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Brazil's Lula recognises six new indigenous reserves


Lula (left) signed the demarcation decree at a gathering of Brazil's indigenous people in the capital Brasília. [Source Credit: Reuters]



Brazilian President Luiz Inácio Lula da Silva has decreed six new indigenous reserves, banning mining and restricting commercial farming there.


The lands - including a vast area of Amazon rainforest - cover about 620,000 hectares (1.5m acres).

Indigenous leaders welcomed the move, but said more areas needed protection.


Lula, who took office in January, has pledged to reverse policies of his far-right predecessor Jair Bolsonaro, who promoted mining in indigenous lands.


Lula, who previously served as president in 2003-2010, signed the demarcation decree on Friday - the final day of a gathering of indigenous people from around the country in the capital Brasília.


"We are going to legalise indigenous lands. It is a process that takes a little while, because it has to go through many hands," the 77-year-old leader told the crowds.


"I don't want any indigenous territory to be left without demarcation during my government. That is the commitment I made to you."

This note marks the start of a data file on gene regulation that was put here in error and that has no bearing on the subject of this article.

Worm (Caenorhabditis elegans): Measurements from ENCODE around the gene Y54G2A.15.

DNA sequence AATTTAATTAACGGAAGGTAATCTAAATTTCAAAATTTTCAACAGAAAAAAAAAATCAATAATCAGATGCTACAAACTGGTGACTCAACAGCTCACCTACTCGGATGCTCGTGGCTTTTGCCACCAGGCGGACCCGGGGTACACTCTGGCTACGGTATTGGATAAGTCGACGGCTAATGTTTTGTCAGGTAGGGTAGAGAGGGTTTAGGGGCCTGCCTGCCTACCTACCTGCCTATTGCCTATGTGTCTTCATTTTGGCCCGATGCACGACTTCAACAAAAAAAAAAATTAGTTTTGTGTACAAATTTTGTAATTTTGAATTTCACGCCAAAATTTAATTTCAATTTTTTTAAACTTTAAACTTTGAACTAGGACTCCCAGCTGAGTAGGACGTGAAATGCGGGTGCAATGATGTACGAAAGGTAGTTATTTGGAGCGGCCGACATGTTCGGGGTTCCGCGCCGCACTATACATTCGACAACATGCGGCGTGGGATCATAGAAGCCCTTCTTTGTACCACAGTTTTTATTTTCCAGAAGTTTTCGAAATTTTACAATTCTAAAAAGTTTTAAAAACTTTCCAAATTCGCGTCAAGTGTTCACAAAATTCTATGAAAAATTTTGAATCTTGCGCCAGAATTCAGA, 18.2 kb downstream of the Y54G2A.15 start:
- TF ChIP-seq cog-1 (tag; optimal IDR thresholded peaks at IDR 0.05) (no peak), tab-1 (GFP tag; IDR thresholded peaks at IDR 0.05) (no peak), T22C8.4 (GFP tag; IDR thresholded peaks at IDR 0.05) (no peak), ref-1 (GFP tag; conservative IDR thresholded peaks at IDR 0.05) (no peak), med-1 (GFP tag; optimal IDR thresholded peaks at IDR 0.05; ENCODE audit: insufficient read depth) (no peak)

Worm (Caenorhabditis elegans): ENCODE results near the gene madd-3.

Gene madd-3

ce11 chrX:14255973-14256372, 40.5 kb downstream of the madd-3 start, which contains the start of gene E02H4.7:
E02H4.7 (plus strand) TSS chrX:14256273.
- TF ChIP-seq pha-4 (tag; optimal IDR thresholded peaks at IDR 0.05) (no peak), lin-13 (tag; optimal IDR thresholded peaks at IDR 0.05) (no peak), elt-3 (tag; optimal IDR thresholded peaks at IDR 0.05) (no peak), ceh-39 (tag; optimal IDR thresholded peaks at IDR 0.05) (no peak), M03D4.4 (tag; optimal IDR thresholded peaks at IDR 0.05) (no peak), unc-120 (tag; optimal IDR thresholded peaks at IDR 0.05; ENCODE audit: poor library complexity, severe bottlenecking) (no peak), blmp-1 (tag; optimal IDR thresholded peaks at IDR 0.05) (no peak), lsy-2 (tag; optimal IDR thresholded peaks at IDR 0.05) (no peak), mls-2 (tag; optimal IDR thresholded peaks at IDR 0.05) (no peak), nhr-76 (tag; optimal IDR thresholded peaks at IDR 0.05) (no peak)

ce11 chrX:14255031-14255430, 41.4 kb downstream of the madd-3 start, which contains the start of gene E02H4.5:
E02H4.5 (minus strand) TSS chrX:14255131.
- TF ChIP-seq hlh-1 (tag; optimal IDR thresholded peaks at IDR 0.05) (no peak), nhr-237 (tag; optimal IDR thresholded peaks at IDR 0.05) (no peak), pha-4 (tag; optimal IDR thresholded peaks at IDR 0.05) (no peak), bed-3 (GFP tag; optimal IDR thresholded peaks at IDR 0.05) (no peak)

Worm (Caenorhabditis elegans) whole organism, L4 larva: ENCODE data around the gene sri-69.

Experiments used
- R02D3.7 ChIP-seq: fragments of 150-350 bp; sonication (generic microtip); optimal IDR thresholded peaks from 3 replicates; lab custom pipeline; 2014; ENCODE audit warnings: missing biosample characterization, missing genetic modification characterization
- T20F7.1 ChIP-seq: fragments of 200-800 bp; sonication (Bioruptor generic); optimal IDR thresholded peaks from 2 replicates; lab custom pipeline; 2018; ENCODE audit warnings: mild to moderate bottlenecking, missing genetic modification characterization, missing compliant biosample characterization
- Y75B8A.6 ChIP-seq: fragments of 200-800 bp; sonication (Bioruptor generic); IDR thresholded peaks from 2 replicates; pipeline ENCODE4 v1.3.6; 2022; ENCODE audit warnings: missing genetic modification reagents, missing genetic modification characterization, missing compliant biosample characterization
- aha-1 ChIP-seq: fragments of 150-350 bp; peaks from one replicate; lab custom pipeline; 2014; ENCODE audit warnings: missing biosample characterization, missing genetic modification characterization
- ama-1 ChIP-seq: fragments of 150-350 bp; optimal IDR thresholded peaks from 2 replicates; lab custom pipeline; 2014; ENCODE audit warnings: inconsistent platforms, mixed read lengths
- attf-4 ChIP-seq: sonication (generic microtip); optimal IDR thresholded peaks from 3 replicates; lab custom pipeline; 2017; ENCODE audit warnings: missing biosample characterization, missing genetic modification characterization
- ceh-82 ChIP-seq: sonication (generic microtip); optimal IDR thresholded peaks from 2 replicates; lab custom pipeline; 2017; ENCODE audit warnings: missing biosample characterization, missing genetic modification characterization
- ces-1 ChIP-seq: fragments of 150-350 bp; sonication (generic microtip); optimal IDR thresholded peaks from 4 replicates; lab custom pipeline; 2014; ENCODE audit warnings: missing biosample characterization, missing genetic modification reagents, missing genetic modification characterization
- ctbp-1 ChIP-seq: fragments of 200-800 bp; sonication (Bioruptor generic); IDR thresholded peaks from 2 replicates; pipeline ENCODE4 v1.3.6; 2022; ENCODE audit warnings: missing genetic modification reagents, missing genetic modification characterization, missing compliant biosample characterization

And in a tweet, Lula described the decision as "an important step".


Recent years have seen an alarming rise in deforestation of the Amazon rainforest, a crucial buffer in the global fight against climate change.


The new reserves are in central Brazil, as well as the country's north-east and south.


The presidential decree grants indigenous people exclusive use of natural resources on the reserves. All mining is banned, and there are tighter rules for commercial farming and logging.


While hailing Lula's decision, some indigenous leaders pointed out that his government had vowed to recognise 14 new territories.


During his time in office, Mr Bolsonaro made it his mission to push economic development in the Amazon.


He repeatedly argued that by mining in indigenous territories, Brazil - which relies heavily on imported fertilisers - could build more of its own potassium reserves. That argument has been questioned by some experts.

 

(c) 2023, BBC News

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